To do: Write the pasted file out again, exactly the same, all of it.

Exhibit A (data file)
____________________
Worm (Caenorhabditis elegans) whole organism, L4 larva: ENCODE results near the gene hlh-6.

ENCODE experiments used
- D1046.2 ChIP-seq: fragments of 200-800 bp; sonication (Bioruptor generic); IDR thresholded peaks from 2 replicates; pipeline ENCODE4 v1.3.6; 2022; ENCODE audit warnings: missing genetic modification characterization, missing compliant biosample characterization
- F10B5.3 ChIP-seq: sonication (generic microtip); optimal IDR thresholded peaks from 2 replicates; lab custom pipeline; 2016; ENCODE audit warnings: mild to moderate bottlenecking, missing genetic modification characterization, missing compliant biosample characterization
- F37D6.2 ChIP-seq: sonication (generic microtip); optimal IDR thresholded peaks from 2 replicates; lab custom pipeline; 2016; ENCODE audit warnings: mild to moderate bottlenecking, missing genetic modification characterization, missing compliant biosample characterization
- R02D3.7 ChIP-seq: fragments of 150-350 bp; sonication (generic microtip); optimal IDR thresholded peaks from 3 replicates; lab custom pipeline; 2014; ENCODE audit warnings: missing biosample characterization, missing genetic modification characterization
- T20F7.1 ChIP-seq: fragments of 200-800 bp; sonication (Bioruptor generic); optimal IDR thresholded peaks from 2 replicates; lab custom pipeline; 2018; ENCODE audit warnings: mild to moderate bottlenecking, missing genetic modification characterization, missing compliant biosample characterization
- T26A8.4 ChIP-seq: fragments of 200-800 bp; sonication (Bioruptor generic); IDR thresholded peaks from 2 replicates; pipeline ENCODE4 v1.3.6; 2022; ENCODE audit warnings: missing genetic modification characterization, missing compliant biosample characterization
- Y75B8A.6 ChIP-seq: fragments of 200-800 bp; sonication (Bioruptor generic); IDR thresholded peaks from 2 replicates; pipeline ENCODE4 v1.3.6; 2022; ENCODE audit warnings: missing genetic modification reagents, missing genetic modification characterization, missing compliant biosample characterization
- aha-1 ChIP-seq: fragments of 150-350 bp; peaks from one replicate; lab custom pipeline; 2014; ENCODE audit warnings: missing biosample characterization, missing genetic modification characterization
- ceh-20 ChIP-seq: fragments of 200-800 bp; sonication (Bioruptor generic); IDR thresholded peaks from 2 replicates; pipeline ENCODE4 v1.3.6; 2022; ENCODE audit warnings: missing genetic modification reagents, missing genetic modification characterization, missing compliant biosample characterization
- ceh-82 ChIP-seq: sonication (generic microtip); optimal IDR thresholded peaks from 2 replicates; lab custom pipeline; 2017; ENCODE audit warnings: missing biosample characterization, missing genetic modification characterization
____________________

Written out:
Worm (Caenorhabditis elegans) whole organism, L4 larva: ENCODE results near the gene hlh-6.

ENCODE experiments used
- D1046.2 ChIP-seq: fragments of 200-800 bp; sonication (Bioruptor generic); IDR thresholded peaks from 2 replicates; pipeline ENCODE4 v1.3.6; 2022; ENCODE audit warnings: missing genetic modification characterization, missing compliant biosample characterization
- F10B5.3 ChIP-seq: sonication (generic microtip); optimal IDR thresholded peaks from 2 replicates; lab custom pipeline; 2016; ENCODE audit warnings: mild to moderate bottlenecking, missing genetic modification characterization, missing compliant biosample characterization
- F37D6.2 ChIP-seq: sonication (generic microtip); optimal IDR thresholded peaks from 2 replicates; lab custom pipeline; 2016; ENCODE audit warnings: mild to moderate bottlenecking, missing genetic modification characterization, missing compliant biosample characterization
- R02D3.7 ChIP-seq: fragments of 150-350 bp; sonication (generic microtip); optimal IDR thresholded peaks from 3 replicates; lab custom pipeline; 2014; ENCODE audit warnings: missing biosample characterization, missing genetic modification characterization
- T20F7.1 ChIP-seq: fragments of 200-800 bp; sonication (Bioruptor generic); optimal IDR thresholded peaks from 2 replicates; lab custom pipeline; 2018; ENCODE audit warnings: mild to moderate bottlenecking, missing genetic modification characterization, missing compliant biosample characterization
- T26A8.4 ChIP-seq: fragments of 200-800 bp; sonication (Bioruptor generic); IDR thresholded peaks from 2 replicates; pipeline ENCODE4 v1.3.6; 2022; ENCODE audit warnings: missing genetic modification characterization, missing compliant biosample characterization
- Y75B8A.6 ChIP-seq: fragments of 200-800 bp; sonication (Bioruptor generic); IDR thresholded peaks from 2 replicates; pipeline ENCODE4 v1.3.6; 2022; ENCODE audit warnings: missing genetic modification reagents, missing genetic modification characterization, missing compliant biosample characterization
- aha-1 ChIP-seq: fragments of 150-350 bp; peaks from one replicate; lab custom pipeline; 2014; ENCODE audit warnings: missing biosample characterization, missing genetic modification characterization
- ceh-20 ChIP-seq: fragments of 200-800 bp; sonication (Bioruptor generic); IDR thresholded peaks from 2 replicates; pipeline ENCODE4 v1.3.6; 2022; ENCODE audit warnings: missing genetic modification reagents, missing genetic modification characterization, missing compliant biosample characterization
- ceh-82 ChIP-seq: sonication (generic microtip); optimal IDR thresholded peaks from 2 replicates; lab custom pipeline; 2017; ENCODE audit warnings: missing biosample characterization, missing genetic modification characterization